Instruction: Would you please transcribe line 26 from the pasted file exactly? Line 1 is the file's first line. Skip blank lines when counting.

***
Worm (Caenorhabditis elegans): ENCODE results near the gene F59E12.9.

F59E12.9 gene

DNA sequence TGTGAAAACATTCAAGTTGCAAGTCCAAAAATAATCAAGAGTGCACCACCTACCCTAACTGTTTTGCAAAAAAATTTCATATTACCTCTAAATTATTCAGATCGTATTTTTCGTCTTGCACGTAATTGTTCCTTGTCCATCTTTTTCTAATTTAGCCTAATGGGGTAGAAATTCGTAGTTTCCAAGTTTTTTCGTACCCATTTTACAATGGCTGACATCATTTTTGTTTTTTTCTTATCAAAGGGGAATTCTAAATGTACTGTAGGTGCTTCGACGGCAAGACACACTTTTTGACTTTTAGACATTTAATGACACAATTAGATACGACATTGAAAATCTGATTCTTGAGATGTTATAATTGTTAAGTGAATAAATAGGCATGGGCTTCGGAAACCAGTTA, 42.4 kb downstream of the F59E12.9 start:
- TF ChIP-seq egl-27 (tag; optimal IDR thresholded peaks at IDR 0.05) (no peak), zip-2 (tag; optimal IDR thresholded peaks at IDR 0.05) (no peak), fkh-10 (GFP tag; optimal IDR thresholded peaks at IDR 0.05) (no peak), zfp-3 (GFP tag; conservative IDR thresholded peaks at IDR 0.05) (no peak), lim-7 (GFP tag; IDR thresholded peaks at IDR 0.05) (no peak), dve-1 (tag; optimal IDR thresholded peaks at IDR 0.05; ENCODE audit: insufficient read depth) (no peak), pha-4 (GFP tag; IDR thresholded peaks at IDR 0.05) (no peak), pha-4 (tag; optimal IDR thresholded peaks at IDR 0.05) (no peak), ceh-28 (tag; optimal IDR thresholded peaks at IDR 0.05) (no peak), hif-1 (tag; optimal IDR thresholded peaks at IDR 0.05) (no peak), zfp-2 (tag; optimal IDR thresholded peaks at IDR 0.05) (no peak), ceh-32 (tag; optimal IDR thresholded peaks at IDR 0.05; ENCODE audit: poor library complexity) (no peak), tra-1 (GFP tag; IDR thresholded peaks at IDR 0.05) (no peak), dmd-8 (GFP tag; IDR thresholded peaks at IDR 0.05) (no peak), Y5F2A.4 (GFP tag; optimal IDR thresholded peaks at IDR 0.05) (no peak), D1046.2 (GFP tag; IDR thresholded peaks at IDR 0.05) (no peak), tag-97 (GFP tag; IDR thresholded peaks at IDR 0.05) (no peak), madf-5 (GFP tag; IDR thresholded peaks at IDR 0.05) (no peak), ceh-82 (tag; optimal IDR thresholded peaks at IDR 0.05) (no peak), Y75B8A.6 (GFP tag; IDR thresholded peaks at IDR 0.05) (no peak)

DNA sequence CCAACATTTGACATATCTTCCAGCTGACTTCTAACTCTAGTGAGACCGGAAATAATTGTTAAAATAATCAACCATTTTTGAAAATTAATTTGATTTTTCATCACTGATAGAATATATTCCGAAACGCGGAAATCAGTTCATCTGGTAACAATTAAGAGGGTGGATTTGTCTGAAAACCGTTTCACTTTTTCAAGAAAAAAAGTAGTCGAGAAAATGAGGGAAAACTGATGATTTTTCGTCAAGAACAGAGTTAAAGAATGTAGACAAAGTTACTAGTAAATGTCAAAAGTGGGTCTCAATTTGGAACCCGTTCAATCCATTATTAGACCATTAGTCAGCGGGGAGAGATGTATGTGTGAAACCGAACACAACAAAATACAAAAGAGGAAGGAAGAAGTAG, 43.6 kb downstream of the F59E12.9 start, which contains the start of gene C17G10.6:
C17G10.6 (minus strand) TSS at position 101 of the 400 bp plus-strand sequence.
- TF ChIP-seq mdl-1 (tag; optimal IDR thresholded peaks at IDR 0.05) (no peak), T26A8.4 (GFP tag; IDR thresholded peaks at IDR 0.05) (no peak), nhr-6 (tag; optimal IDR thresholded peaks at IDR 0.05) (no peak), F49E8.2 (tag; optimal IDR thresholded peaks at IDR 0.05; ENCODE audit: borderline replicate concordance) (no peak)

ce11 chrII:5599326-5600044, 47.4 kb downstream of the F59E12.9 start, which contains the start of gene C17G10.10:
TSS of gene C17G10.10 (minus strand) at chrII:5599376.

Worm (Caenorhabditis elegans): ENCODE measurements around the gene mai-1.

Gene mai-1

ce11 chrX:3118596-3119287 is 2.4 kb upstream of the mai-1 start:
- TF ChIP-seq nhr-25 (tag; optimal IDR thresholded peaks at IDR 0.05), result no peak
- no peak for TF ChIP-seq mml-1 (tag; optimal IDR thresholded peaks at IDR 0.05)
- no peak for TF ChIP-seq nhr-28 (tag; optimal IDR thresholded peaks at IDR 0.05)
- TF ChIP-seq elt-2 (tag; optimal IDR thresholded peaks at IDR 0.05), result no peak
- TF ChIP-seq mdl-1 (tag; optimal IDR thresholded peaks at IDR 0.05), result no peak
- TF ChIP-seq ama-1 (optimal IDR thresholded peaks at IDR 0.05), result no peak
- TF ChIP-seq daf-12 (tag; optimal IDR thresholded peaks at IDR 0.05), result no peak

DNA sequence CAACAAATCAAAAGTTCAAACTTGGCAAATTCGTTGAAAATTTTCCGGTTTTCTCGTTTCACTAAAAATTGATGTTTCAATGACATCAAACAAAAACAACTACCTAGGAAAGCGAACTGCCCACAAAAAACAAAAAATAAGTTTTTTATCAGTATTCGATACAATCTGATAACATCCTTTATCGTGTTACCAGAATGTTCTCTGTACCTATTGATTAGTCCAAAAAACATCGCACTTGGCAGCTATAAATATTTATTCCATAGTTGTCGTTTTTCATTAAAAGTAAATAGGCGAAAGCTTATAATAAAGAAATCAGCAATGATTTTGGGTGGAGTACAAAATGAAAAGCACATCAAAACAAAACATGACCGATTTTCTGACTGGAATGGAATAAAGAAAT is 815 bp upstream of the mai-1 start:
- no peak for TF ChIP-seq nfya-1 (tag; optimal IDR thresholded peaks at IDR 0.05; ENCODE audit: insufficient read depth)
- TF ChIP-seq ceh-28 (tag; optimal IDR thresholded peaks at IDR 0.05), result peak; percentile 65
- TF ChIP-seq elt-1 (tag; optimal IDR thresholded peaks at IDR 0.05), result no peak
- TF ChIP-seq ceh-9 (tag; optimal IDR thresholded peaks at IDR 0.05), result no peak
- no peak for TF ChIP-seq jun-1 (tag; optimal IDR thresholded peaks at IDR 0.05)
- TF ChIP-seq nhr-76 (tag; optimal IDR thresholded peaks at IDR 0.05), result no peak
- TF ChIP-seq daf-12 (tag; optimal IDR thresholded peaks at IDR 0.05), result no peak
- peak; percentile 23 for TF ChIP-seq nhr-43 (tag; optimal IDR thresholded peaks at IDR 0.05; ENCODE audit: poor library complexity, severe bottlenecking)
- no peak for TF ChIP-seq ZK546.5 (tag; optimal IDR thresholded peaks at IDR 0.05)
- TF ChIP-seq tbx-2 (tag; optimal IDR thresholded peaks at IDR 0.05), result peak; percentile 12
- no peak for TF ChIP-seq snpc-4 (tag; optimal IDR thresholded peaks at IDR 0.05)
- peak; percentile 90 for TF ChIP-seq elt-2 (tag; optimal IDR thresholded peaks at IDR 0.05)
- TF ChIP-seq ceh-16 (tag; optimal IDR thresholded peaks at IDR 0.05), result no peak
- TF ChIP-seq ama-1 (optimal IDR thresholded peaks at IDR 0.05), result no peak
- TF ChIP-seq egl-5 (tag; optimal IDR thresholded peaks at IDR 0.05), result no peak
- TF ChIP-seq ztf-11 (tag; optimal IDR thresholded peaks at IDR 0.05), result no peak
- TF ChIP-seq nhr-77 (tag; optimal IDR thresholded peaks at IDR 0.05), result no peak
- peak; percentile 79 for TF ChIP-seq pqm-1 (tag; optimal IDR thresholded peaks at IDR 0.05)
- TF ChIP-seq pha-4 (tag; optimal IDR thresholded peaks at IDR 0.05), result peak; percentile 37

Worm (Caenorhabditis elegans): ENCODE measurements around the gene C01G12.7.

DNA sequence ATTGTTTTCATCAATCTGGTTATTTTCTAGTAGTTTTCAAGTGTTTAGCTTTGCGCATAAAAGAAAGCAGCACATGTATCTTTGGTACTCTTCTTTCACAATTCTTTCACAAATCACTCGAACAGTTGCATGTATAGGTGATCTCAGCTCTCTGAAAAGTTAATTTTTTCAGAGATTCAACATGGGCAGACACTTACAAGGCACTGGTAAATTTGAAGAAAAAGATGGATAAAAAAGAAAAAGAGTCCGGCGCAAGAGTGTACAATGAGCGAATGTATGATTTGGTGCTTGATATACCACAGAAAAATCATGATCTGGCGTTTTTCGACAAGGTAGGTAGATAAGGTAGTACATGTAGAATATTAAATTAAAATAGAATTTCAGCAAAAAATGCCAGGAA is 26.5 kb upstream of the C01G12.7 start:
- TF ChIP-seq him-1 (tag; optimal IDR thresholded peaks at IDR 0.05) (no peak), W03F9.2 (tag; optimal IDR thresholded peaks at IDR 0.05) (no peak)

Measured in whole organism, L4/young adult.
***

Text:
- TF ChIP-seq nhr-76 (tag; optimal IDR thresholded peaks at IDR 0.05), result no peak